J. E. COOPERand E. E.
One ratio was obtained by dividing the sum of mass spectral parent ion peak heights for odd-carbon numbers 25-33 by the sum of peak heights for even-carbon numbers 26-34. The other ratio was obtained by changing the denominator to included even-carbon peak heights for carbon numbers 24 through 32. Distributions of n-paraffins in three grains, barley, maize, and oats, are illustrated in Fig. 1. CPI values are 7.2, 5.1, and 9.2, respectively. By contrast the CPI value for the crude oil shown in Fig. 2 is 1.01.
w 100 1 z $
ATOMS / MOLECULE
Fig. 1. Distributions of n-parafis
from some grains.
On a basis of geological evidence Cox (1946) suggests that biological remains serving as source material of petroleum are deposited in marine sediments. Examples of n-paraflin distributions in a recent and in an ancient marine sediment are shown in Fig. 2. The CPI value of 2.8 observed in the recent sediment resembles values for biological systems, and the value of 1.11 for the ancient sediment is between those of the recent sediment and the crude oil. For purposes of comparison the n-paraffin distributions have been determined in a wide variety of recent and ancient sediments and crude oils (BRAY and EVANS, 1961). Distributions of CPI values for samples from these sources are presented in Fig. 3. Recent sediments were obtained from ocean basin, continental shelf, bay, freshwater lake, saline lake, and soil environments. CPI values for these sediments show a widespread preference for heavy n-paraffins with odd numbers of carbon atoms. In recent sediments CPI values are distributed uniformly between 2.4 and 5.5; this variation is significantly greater than that for crude oils. The distribution of CPI values for n-paraffins extracted from ancient marine sediments is shown in the center of Fig. 3. Sediments studied were fine-grained and were mostly shales; a few, however, were limestones. Samples were taken both from outcrops and deep corings of a variety of Cretaceous, Jurassic, Pennsylvanian, and Mississippian sediments. The sampling sites were located in Colorado, Kansas,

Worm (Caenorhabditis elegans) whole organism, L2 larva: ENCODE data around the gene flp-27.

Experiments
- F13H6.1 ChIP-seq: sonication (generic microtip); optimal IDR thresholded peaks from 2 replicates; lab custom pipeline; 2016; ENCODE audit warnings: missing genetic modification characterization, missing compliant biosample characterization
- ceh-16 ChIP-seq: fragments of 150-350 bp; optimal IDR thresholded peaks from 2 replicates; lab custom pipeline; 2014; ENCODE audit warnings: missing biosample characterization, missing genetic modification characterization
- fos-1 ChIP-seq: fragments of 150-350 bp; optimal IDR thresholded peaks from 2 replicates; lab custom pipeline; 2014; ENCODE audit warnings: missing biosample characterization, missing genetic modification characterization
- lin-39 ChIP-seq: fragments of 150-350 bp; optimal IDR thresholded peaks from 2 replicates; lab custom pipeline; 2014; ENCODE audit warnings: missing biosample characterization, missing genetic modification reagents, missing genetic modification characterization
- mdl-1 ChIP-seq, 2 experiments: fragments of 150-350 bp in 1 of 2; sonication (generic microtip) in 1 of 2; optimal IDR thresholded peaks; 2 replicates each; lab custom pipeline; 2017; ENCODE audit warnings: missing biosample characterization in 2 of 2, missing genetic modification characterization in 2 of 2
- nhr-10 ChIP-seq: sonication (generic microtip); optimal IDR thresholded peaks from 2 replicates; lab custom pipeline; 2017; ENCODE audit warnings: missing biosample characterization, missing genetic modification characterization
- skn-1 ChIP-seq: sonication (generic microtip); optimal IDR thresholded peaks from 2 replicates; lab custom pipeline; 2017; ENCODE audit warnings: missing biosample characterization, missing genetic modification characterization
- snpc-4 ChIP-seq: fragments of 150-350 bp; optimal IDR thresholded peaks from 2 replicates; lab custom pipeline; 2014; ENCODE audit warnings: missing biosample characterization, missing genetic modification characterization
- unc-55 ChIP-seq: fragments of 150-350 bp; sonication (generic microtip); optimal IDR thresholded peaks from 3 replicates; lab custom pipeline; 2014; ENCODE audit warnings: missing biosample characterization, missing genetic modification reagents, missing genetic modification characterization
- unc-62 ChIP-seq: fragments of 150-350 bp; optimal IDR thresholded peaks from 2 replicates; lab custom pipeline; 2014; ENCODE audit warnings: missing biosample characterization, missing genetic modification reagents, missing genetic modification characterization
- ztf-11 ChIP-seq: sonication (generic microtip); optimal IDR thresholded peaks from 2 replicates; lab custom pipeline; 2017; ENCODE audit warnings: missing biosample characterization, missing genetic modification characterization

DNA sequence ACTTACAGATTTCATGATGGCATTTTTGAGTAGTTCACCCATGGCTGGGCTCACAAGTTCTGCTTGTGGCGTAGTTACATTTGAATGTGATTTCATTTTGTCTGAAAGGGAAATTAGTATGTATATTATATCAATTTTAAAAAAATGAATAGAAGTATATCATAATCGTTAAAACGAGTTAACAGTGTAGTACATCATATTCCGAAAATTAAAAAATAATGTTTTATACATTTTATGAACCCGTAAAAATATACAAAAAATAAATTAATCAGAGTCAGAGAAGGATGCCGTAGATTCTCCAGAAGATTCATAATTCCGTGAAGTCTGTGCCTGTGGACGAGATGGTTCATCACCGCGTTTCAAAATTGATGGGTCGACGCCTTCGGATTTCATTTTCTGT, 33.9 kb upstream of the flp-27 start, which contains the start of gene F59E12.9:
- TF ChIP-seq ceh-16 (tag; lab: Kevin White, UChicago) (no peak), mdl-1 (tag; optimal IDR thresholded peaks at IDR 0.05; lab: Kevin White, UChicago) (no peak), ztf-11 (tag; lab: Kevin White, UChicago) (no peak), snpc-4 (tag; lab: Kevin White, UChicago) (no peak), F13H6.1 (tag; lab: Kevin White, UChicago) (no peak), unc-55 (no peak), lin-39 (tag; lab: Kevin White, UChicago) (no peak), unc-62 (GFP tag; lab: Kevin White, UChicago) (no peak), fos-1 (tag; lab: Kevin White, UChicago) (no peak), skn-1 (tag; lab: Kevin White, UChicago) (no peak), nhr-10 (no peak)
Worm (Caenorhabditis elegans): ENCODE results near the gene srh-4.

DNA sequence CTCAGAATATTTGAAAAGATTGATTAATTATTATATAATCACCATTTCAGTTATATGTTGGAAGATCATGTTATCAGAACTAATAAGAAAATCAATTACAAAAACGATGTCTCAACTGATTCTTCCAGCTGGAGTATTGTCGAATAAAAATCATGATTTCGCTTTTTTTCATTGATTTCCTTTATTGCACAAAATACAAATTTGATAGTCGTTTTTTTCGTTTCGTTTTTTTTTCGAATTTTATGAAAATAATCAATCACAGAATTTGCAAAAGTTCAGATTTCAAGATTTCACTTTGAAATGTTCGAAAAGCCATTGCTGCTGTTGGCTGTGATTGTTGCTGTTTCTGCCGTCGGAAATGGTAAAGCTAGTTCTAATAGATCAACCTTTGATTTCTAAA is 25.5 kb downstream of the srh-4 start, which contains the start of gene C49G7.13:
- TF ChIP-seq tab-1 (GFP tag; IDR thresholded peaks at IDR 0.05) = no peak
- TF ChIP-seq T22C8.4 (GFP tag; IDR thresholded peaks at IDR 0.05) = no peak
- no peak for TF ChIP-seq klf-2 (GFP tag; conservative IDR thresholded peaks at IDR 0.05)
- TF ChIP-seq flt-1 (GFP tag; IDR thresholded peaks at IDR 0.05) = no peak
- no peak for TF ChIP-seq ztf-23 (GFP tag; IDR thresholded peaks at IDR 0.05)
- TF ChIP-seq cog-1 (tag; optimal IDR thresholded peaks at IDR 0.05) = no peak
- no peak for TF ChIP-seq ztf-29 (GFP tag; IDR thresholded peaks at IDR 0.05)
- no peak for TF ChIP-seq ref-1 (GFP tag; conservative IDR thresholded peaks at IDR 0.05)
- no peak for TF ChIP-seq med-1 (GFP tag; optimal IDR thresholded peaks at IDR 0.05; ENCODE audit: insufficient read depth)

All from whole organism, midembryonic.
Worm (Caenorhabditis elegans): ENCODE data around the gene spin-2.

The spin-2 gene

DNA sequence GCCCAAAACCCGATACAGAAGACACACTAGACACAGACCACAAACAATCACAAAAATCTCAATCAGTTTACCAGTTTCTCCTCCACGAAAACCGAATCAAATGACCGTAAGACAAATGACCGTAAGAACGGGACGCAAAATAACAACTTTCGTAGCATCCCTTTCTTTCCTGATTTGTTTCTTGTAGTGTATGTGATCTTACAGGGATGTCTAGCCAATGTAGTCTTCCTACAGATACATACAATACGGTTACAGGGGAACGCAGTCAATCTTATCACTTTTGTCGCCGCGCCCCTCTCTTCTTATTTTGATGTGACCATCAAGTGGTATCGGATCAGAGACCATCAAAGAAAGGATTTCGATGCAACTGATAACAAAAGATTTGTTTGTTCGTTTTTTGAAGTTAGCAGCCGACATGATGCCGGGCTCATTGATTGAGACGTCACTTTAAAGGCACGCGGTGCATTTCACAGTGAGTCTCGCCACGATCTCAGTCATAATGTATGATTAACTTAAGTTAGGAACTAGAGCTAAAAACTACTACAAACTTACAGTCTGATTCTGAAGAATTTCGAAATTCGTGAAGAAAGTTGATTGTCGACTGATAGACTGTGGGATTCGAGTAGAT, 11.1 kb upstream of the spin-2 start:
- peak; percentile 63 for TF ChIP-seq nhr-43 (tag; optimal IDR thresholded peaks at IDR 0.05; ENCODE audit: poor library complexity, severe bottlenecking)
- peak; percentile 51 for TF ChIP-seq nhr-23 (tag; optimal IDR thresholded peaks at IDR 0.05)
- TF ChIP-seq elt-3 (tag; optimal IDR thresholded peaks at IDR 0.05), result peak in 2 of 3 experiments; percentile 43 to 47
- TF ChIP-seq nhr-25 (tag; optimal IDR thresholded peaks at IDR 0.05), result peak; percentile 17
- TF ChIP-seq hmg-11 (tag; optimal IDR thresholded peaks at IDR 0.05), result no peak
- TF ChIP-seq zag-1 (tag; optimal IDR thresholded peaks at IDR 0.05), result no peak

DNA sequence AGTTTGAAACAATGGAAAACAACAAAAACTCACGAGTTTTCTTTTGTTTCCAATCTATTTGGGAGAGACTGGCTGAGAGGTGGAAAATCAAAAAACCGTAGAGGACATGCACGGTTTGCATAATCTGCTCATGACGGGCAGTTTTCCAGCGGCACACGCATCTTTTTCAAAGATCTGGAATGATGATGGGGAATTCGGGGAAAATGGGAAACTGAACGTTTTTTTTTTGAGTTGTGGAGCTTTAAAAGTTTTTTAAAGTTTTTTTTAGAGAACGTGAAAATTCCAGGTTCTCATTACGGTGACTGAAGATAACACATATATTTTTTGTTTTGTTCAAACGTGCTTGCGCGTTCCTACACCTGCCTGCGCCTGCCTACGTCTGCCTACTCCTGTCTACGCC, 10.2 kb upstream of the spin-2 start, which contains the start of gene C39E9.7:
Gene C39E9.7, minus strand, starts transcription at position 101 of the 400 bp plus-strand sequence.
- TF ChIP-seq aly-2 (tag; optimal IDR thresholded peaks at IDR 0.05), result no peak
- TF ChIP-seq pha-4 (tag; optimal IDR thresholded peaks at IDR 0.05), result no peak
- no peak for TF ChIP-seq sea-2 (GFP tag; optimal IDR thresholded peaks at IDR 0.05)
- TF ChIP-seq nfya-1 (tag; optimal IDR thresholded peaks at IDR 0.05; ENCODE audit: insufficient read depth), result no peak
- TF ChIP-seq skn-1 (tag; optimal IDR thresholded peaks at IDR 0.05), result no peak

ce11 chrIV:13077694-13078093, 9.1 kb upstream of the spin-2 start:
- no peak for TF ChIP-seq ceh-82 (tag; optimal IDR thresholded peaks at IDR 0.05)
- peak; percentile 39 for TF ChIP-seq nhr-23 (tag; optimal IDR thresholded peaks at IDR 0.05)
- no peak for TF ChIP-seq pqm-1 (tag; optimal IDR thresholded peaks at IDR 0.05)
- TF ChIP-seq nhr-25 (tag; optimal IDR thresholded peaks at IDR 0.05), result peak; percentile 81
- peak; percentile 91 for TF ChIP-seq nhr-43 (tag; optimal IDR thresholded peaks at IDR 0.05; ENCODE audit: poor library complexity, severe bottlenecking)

A postuhted role of fatty acids in petroleum formation I
Fig. 2. n-Par&h
FORD SHALE CPI s I.11
distributions for a recent sediment, an ancient sediment and a crude oil.
0 75 1.0 Fig. 3.
3.5 2.5 3.0 CPI VALUES
distributionsin crude oils and sediment extrmts.
J. E. COOPER and E. E. BRAY